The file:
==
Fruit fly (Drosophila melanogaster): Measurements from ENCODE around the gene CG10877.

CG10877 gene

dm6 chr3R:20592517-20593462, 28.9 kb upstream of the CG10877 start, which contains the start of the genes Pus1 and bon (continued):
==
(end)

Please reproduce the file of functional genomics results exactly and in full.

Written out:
Fruit fly (Drosophila melanogaster): Measurements from ENCODE around the gene CG10877.

CG10877 gene

dm6 chr3R:20592517-20593462, 28.9 kb upstream of the CG10877 start, which contains the start of the genes Pus1 and bon (continued):